Growing up, I always got wonderful gifts from Hope, my mom’s best friend since high school. She would get me colorful knee socks, puzzles she designed herself as a professional artist, and confetti that spelled my name.
One of the presents she got me, however, has confounded me over the years, even though I have treasured it. The “therapist in a box” came with a timer, a mini couch, a tongue-in-cheek book on the history of therapy as well as silly psychiatry quotes. It boasted on the box that the therapist “won’t leave you in August!”, a jab at psychoanalysts who take the whole summer month off.
Up to this point, I had never expressed any interest in mental health. Like many doctors-to-be, there was something in me, a cliche love of science and desire to help others, that had inspired me from a young age to pursue medicine. My grandmother’s fondness for M*A*S*H and my mom’s childhood dream of becoming a neurosurgeon probably didn’t hurt either. On paper, psychiatry made sense for me. I loved reading books and hearing people’s stories, and I was curious to understand the mind and science in general. Like many medical students though, it wouldn’t be until my clerkships that I decided that psychiatry was for me. Had Hope seen something in me that I hadn’t seen? Did she see the things in me that let her know that I would one day be a psychiatrist myself?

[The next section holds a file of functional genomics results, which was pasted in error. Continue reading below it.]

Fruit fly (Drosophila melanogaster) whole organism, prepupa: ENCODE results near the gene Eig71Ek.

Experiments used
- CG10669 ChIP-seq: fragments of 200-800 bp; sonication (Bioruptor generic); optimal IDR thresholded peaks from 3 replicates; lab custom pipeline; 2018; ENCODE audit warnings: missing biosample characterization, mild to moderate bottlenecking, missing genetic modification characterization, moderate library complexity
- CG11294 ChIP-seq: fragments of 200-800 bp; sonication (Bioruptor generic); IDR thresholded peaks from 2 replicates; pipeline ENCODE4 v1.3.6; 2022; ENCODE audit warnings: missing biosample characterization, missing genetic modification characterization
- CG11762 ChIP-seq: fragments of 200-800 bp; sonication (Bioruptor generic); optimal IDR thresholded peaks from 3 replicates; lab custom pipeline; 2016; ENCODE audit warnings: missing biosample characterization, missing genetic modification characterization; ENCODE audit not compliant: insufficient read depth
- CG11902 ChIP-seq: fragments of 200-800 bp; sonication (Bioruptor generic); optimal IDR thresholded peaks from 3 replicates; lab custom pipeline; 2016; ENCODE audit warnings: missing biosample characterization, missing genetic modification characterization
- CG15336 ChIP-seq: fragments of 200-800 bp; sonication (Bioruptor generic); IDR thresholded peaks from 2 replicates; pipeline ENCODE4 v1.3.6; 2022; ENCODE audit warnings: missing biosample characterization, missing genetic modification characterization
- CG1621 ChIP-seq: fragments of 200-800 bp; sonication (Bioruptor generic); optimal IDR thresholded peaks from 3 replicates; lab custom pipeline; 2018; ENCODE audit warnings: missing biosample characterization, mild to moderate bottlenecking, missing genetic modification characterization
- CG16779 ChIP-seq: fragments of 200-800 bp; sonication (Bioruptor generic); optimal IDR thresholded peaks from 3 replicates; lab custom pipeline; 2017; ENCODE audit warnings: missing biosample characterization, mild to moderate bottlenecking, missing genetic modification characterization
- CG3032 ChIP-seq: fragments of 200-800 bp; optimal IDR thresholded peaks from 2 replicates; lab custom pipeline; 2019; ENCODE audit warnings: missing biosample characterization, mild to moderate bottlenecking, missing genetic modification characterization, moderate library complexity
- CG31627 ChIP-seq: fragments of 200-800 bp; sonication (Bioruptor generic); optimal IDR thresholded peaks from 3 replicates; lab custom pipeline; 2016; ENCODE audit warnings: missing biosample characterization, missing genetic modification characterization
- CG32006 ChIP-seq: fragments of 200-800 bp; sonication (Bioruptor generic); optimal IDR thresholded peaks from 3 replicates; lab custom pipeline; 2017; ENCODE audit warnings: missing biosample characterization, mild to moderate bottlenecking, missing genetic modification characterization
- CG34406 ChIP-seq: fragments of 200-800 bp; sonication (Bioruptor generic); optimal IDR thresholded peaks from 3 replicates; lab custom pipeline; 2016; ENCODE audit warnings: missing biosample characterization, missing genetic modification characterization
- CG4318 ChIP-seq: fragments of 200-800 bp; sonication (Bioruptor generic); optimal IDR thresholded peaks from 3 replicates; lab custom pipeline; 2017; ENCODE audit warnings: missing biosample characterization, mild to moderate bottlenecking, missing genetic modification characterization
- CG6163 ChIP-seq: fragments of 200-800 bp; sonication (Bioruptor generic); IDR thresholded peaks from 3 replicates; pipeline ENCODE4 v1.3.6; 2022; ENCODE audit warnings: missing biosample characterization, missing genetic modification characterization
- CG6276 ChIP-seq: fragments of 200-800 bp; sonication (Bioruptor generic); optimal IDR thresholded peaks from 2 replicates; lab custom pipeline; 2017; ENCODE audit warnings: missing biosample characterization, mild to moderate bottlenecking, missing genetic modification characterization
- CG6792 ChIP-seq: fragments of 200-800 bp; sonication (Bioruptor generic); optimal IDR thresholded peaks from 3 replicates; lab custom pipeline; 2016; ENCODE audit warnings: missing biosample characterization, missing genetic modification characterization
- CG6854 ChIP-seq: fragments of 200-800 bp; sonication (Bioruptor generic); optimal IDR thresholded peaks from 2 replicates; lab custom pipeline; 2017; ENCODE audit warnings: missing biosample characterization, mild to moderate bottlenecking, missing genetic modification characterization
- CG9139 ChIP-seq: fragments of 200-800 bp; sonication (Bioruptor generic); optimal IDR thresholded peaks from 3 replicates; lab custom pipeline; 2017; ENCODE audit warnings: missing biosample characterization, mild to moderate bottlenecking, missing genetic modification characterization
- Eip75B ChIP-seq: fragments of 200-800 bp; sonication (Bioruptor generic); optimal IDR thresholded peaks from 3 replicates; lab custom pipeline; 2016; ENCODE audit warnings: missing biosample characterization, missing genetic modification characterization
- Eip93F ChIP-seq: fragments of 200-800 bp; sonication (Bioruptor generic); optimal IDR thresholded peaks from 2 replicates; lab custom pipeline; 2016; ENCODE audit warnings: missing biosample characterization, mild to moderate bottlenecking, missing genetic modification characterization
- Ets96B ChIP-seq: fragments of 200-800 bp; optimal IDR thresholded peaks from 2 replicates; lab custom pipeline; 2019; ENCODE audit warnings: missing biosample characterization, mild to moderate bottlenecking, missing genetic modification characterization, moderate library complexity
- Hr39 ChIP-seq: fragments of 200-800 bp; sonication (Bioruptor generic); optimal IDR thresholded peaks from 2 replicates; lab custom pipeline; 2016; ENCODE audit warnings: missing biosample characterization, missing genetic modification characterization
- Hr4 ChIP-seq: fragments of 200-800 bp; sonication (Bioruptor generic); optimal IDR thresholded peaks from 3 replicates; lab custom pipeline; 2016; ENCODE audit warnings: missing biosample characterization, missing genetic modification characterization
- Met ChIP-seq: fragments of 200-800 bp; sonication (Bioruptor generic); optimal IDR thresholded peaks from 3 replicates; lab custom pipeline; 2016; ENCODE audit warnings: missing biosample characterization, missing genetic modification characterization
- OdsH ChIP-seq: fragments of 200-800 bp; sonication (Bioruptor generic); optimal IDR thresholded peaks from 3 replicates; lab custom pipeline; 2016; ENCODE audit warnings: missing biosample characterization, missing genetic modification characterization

Maybe Hope just knew that we all could benefit from taking care of our mental health. Hope was an amazing person, with a full and creative life. She also had major depression. When I was in high school, she died by suicide. Seeing the impact on those she loved and the loss it left was indescribable.
When I got my first outpatient office as a psychiatry resident, I put the therapist in a box in my desk. It reminds me of some of the humor in being a psychiatrist and the humanity of every encounter. It reminds me to ask a few more questions if things don’t feel right, and to give myself grace for my own mental health. Everyone is someone’s best friend, favorite gift giver, partner, an artist and their own person who needs help. We are too precious to lose if we can prevent it.
The National Suicide and Crisis Lifeline number is 988.
The Lifeline provides free and confidential emotional support
to people in suicidal crisis or emotional distress
24 hours a day, 7 days a week, across the United States.
Call or text 988 to connect with a trained crisis counselor.